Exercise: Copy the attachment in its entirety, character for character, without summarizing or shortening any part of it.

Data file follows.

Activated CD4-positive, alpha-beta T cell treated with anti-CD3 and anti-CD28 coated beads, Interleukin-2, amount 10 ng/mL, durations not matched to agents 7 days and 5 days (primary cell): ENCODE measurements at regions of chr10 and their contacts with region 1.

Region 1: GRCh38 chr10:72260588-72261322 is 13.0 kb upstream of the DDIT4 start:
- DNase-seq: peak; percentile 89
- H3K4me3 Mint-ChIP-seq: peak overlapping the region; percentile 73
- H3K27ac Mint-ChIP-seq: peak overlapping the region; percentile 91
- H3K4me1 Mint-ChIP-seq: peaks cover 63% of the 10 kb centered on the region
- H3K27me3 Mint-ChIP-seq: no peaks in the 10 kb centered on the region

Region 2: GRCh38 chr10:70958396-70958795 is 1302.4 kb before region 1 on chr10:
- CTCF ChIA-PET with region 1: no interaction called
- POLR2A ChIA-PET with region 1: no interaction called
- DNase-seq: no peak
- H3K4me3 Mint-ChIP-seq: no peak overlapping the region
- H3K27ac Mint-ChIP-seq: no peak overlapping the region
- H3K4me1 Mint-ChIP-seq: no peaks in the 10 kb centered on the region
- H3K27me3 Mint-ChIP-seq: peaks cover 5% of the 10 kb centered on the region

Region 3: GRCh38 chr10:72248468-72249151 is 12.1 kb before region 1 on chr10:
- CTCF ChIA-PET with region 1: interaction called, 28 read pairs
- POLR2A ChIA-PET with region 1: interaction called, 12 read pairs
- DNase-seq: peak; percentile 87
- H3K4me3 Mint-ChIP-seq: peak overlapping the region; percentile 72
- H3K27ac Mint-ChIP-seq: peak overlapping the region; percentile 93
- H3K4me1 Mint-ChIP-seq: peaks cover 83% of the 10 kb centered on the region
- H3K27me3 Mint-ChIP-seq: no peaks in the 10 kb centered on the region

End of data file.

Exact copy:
Activated CD4-positive, alpha-beta T cell treated with anti-CD3 and anti-CD28 coated beads, Interleukin-2, amount 10 ng/mL, durations not matched to agents 7 days and 5 days (primary cell): ENCODE measurements at regions of chr10 and their contacts with region 1.

Region 1: GRCh38 chr10:72260588-72261322 is 13.0 kb upstream of the DDIT4 start:
- DNase-seq: peak; percentile 89
- H3K4me3 Mint-ChIP-seq: peak overlapping the region; percentile 73
- H3K27ac Mint-ChIP-seq: peak overlapping the region; percentile 91
- H3K4me1 Mint-ChIP-seq: peaks cover 63% of the 10 kb centered on the region
- H3K27me3 Mint-ChIP-seq: no peaks in the 10 kb centered on the region

Region 2: GRCh38 chr10:70958396-70958795 is 1302.4 kb before region 1 on chr10:
- CTCF ChIA-PET with region 1: no interaction called
- POLR2A ChIA-PET with region 1: no interaction called
- DNase-seq: no peak
- H3K4me3 Mint-ChIP-seq: no peak overlapping the region
- H3K27ac Mint-ChIP-seq: no peak overlapping the region
- H3K4me1 Mint-ChIP-seq: no peaks in the 10 kb centered on the region
- H3K27me3 Mint-ChIP-seq: peaks cover 5% of the 10 kb centered on the region

Region 3: GRCh38 chr10:72248468-72249151 is 12.1 kb before region 1 on chr10:
- CTCF ChIA-PET with region 1: interaction called, 28 read pairs
- POLR2A ChIA-PET with region 1: interaction called, 12 read pairs
- DNase-seq: peak; percentile 87
- H3K4me3 Mint-ChIP-seq: peak overlapping the region; percentile 72
- H3K27ac Mint-ChIP-seq: peak overlapping the region; percentile 93
- H3K4me1 Mint-ChIP-seq: peaks cover 83% of the 10 kb centered on the region
- H3K27me3 Mint-ChIP-seq: no peaks in the 10 kb centered on the region